The unpleasant part of this is the hype and poor writing/translation on the Red Bull website. I mean for crying out loud, they’ve got the money, why can’t they do a better job! So let’s hope that is cleaned up soon. As for me, I’ve now got the facts I need for future updates of my history projects, thanks to the web and all of you who helped out here over the last few days.

Lastly, both Jon and Axel mentioned how impressed they were by what Lorne Glick and his crew did up there with their first ski descent of the peak.

Update, Sept 10, 2007:
Red Bull St. Elias skier Axel Naglich just sent me a nice email. He’s saying what I suspected, that the Red Bull hypesters combined with poor translation ended up in it looking like they were claiming the first descent of the peak. As for the first descent from summit to ocean, if it’s true they did it in two stages that were months apart, with vertical gained by flying, then one has to question the validity of that claim as for it being a “first,” though it sounds like an exellent and fun experience that’s worth sharing. Following is what Naglich wrote, slightly edited to convert from private email:

Ho Lou,
Sorry for creating a mess in Mt. St. Elias climbing and skiing history. We didn’t plan to claim the first ski descent of Mt. St. Elias. We knew that this group did it in the year 2000 and we knew about Mira Face which has been skied by Mr. Glick too (couldn’t believe he waited for 3 weeks on the face for conditions, that’s hardcore!!!). As we also operated with Paul Claus and also were in contact with him for a couple of years we had heard about all the stories of ski attempts on the mountain!! Sorry that the footage on several webpages is a little confusing as we just planned to claim the first descent from summit to ocean and not the first descent of the mountain in general!!! As we know the mountain a little better now I just can say congratulations to the guys who did the first ski descent of the summit. I would never want to take this accomplishment away from them.
Axel Naglich

Update: Well, apologies to all for my getting caught in the spray of rosy B.S. coming from the Red Bull website. Lorne Glick got in touch with me and jogged my memory. Sure enough he, along with James Bracken and Andy Ward, did the first ski descent of Mount St. Elias back in 2000, along with a second ascent of the Mira Face route (somewhat the source for the name Andrew and Polly McLean picked for their new child.) Doug Byerly was along on the trip as well, but turned back before the ski descent because of concerns about potential frostbite.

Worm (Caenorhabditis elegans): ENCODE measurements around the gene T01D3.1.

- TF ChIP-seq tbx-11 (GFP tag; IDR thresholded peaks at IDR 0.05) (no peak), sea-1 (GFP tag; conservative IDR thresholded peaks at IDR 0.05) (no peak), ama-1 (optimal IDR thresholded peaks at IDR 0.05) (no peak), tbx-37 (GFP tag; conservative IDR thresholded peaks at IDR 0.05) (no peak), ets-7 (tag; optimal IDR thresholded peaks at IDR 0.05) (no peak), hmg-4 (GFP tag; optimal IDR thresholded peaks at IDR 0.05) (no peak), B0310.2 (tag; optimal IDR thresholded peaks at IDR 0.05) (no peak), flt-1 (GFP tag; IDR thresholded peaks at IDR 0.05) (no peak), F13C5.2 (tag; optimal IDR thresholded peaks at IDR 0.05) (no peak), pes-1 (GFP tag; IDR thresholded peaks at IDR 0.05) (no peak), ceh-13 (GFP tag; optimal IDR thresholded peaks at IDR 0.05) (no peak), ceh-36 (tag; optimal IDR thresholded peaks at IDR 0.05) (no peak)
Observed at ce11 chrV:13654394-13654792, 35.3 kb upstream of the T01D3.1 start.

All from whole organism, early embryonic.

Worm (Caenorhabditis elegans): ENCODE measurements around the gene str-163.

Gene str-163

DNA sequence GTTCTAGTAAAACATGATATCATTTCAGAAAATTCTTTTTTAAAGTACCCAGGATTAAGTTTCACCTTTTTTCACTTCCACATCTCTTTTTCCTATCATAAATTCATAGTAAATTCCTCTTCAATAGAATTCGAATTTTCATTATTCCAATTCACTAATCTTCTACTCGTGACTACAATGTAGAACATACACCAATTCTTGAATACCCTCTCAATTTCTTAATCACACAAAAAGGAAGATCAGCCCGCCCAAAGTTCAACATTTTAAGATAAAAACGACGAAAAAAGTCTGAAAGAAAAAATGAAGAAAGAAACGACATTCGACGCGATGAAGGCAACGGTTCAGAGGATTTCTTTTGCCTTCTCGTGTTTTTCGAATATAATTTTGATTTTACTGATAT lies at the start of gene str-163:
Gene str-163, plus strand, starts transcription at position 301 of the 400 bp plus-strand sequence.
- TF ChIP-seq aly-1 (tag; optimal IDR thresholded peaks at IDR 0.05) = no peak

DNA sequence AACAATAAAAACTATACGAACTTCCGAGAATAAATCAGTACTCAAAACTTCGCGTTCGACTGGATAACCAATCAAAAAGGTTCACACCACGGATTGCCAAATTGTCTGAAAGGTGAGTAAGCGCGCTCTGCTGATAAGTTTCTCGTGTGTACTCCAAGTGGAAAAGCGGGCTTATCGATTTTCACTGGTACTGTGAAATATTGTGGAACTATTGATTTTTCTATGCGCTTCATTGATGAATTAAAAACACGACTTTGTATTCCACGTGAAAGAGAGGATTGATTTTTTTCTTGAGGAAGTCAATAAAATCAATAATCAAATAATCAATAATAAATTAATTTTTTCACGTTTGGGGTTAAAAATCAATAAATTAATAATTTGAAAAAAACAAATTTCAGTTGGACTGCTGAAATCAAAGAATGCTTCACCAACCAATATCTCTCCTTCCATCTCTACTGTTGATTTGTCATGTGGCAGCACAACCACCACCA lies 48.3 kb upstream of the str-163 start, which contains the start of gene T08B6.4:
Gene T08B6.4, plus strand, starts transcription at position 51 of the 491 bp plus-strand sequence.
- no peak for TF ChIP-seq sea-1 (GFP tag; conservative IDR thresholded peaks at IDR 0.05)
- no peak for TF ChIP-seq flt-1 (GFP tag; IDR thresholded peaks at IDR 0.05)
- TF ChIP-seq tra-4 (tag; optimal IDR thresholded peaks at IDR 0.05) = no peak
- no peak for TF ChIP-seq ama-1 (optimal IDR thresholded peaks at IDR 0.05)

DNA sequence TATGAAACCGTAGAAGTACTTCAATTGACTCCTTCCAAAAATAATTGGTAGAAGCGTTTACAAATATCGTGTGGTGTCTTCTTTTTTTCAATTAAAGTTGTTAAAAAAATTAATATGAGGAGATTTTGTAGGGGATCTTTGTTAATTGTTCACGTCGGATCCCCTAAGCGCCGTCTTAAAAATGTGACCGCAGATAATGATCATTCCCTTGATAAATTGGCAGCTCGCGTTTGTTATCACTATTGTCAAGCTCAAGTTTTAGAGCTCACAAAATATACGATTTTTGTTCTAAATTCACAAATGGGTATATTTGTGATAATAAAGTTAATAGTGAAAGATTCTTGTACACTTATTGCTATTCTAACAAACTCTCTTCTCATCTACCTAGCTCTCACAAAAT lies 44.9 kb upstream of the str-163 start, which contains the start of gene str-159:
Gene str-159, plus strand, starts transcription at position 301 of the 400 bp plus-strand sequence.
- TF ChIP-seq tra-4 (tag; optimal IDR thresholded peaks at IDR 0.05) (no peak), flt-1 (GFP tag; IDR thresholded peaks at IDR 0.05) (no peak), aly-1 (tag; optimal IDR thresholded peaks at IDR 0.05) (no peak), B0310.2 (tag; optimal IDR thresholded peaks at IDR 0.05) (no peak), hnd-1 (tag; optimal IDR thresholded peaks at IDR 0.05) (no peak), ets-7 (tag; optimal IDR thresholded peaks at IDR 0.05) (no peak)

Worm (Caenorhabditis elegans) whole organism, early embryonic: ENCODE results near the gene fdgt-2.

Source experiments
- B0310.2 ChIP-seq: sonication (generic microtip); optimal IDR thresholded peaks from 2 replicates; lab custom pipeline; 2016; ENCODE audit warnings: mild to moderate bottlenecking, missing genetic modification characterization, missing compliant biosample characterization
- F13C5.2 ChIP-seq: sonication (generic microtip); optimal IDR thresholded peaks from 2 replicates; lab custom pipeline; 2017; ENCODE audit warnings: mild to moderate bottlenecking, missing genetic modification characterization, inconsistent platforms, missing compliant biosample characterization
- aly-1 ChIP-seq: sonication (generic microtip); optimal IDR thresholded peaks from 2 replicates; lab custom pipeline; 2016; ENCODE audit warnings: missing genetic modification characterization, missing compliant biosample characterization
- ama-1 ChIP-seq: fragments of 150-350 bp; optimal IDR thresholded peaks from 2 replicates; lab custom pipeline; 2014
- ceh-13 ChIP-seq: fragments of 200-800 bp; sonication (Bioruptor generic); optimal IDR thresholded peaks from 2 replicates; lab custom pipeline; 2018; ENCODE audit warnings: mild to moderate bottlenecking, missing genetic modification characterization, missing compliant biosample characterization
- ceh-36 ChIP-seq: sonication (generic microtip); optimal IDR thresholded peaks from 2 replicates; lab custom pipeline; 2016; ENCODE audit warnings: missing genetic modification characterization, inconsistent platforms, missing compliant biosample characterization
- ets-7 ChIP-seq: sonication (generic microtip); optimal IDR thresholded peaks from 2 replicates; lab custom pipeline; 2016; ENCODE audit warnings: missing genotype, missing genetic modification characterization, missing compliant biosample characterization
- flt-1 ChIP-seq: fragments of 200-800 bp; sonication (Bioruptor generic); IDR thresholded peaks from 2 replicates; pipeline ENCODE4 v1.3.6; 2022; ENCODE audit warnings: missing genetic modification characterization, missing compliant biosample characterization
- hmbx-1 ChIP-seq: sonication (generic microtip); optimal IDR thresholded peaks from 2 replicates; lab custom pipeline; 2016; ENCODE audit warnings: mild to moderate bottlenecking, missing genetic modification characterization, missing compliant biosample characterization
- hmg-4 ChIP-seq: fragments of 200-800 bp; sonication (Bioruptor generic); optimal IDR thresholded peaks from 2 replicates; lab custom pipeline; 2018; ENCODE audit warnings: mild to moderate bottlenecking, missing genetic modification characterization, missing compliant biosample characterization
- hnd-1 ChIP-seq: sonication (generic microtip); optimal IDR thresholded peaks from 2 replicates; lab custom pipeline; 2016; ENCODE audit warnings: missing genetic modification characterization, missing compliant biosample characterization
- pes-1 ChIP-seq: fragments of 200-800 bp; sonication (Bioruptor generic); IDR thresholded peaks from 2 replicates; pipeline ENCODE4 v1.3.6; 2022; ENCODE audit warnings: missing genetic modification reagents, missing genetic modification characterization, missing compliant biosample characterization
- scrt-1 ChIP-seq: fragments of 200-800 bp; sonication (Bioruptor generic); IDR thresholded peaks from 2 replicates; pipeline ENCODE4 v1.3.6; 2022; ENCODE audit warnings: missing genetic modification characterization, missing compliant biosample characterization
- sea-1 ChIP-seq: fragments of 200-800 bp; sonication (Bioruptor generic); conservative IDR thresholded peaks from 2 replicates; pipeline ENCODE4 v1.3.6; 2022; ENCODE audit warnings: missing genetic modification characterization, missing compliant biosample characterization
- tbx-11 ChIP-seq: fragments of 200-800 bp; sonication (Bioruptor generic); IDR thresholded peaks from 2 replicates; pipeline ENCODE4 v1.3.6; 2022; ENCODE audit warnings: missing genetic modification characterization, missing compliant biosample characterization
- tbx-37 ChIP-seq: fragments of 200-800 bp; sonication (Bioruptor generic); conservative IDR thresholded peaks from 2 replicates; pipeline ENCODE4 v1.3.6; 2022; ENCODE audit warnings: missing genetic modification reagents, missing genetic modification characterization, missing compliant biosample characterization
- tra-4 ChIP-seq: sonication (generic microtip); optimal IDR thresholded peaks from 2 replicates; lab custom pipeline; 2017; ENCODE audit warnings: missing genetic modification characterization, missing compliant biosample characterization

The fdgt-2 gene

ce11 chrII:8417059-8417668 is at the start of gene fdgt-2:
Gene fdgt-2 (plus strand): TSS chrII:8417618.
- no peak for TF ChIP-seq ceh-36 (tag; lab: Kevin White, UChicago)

Lorne Glick on St. Elias
A little less hype and plenty of action — Lorne on the Mira Face in 2000.

I’m more than a little disapointed in Red Bull for spraying in the face of history. Oh well, I’ll know better next time.

For the record, the INCORRECT statement on the Red Bull website is this (emphasis mine): “Axel Naglich embarked upon the first downhill ski run on St. Elias, also the longest in history.”

To clarify the facts, following is a little something from Lorne that just came in this evening:

Here ya go Lou

Andy Ward, James Bracken and I skied off the summit via the “easy route” Mira Face in mid May 2000. Read the AAJ article if you want for dates etc. I don’t have one here in AK.

Paul in his Super Cub bounced across the ocean swell sized sastrugi to drop us a six pack of Strohs and a jug of fuel at our 13,400′ high camp. This was our only assistance.

The only ropework was skiing roped together thru the maze of huge cracks and seracfall gauntlet below the north face; of dubious value since speed really is of the essence through there. The roped crashes with 50lb packs weren’t so good for the frostbitten toes either.

11,000 feet of skiing done over parts of two days; from the summit to the base of the mountain on the NE side of the peak; the Columbia Glacier/Bagley Icefield.

OK rating…I lean toward giving it the old Canadian Rockies style 5.8/A2…wink-wink-nudge-nudge. However; after familiarizing myself with yer new D-ratings how ’bout:

VII D-17 R4 or VII D-19 R5.

How steep is the Mira Face? Hard to say exactly. Off the top at 17,000 feet to fall would be the end no doubt. There is a tricky rockband 1/3 of the way down that was even steeper, icy, and 250cm wide. Most of the face was blessed with a few inches of dragonskin rippled powder over ice. Exactly what you want for this type of thing as you know. The exposure and position were staggering. And this dumbass didn’t have a camera. James got some good ones.

Update: When writing the blogpost below I got caught up in the Red Bull hype when I read this was the “The first downhill ski run on St. Elias, also the longest in history.” I like to trust other mountaineer’s claims so I posted with that slant, but while dashing off the blog post I was indeed wondering if this was THE first ski descent of Elias, as my memory was giving me vague hints about something else having happened a few years ago. I’ve been remiss about updating my online chronology of ski mountaineering history and keeping my files updated — perhaps this is an example that. Good shot in the arm for me — time to get back to work on the history side of things! So, I’ll be looking into this over the next day and if anyone has more info please leave a comment or contact me in private.

Original post of September 2, 2007, slightly edited for hype control (grin):